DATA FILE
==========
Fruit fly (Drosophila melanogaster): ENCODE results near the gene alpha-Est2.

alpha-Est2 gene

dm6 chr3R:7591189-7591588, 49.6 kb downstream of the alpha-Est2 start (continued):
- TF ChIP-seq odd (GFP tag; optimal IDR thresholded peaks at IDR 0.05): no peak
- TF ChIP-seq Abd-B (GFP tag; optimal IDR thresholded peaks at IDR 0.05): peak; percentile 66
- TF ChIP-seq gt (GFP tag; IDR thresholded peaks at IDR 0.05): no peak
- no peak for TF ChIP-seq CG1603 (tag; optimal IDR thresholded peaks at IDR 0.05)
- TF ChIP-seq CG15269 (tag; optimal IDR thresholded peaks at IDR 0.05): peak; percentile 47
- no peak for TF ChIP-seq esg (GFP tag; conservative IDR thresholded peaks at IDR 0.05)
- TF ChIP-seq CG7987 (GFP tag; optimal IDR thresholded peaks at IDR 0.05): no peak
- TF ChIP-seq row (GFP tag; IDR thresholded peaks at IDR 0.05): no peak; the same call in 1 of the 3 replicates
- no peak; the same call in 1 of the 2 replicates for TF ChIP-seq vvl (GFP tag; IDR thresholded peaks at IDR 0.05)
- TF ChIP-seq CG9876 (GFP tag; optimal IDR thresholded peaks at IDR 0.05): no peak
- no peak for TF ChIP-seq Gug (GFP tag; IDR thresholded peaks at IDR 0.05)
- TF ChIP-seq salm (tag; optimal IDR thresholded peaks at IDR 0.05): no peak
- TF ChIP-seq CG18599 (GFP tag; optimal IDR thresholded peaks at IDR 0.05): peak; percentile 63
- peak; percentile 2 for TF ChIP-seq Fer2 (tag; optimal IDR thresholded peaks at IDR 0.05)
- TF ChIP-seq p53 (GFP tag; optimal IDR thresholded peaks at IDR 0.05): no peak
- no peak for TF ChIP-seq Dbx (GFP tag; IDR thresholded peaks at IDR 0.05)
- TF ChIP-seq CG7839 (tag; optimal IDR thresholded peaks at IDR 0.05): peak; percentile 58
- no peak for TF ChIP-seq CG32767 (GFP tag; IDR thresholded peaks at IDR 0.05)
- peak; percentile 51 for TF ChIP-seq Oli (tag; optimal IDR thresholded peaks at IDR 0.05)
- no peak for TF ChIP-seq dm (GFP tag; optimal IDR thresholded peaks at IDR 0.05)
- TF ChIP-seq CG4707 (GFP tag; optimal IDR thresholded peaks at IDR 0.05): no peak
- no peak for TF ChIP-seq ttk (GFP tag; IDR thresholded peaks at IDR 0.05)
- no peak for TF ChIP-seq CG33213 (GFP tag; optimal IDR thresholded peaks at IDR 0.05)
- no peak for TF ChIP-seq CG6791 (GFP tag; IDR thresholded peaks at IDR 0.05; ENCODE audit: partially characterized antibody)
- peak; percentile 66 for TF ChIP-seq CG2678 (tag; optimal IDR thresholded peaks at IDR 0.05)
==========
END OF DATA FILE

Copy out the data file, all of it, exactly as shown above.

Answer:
Fruit fly (Drosophila melanogaster): ENCODE results near the gene alpha-Est2.

alpha-Est2 gene

dm6 chr3R:7591189-7591588, 49.6 kb downstream of the alpha-Est2 start (continued):
- TF ChIP-seq odd (GFP tag; optimal IDR thresholded peaks at IDR 0.05): no peak
- TF ChIP-seq Abd-B (GFP tag; optimal IDR thresholded peaks at IDR 0.05): peak; percentile 66
- TF ChIP-seq gt (GFP tag; IDR thresholded peaks at IDR 0.05): no peak
- no peak for TF ChIP-seq CG1603 (tag; optimal IDR thresholded peaks at IDR 0.05)
- TF ChIP-seq CG15269 (tag; optimal IDR thresholded peaks at IDR 0.05): peak; percentile 47
- no peak for TF ChIP-seq esg (GFP tag; conservative IDR thresholded peaks at IDR 0.05)
- TF ChIP-seq CG7987 (GFP tag; optimal IDR thresholded peaks at IDR 0.05): no peak
- TF ChIP-seq row (GFP tag; IDR thresholded peaks at IDR 0.05): no peak; the same call in 1 of the 3 replicates
- no peak; the same call in 1 of the 2 replicates for TF ChIP-seq vvl (GFP tag; IDR thresholded peaks at IDR 0.05)
- TF ChIP-seq CG9876 (GFP tag; optimal IDR thresholded peaks at IDR 0.05): no peak
- no peak for TF ChIP-seq Gug (GFP tag; IDR thresholded peaks at IDR 0.05)
- TF ChIP-seq salm (tag; optimal IDR thresholded peaks at IDR 0.05): no peak
- TF ChIP-seq CG18599 (GFP tag; optimal IDR thresholded peaks at IDR 0.05): peak; percentile 63
- peak; percentile 2 for TF ChIP-seq Fer2 (tag; optimal IDR thresholded peaks at IDR 0.05)
- TF ChIP-seq p53 (GFP tag; optimal IDR thresholded peaks at IDR 0.05): no peak
- no peak for TF ChIP-seq Dbx (GFP tag; IDR thresholded peaks at IDR 0.05)
- TF ChIP-seq CG7839 (tag; optimal IDR thresholded peaks at IDR 0.05): peak; percentile 58
- no peak for TF ChIP-seq CG32767 (GFP tag; IDR thresholded peaks at IDR 0.05)
- peak; percentile 51 for TF ChIP-seq Oli (tag; optimal IDR thresholded peaks at IDR 0.05)
- no peak for TF ChIP-seq dm (GFP tag; optimal IDR thresholded peaks at IDR 0.05)
- TF ChIP-seq CG4707 (GFP tag; optimal IDR thresholded peaks at IDR 0.05): no peak
- no peak for TF ChIP-seq ttk (GFP tag; IDR thresholded peaks at IDR 0.05)
- no peak for TF ChIP-seq CG33213 (GFP tag; optimal IDR thresholded peaks at IDR 0.05)
- no peak for TF ChIP-seq CG6791 (GFP tag; IDR thresholded peaks at IDR 0.05; ENCODE audit: partially characterized antibody)
- peak; percentile 66 for TF ChIP-seq CG2678 (tag; optimal IDR thresholded peaks at IDR 0.05)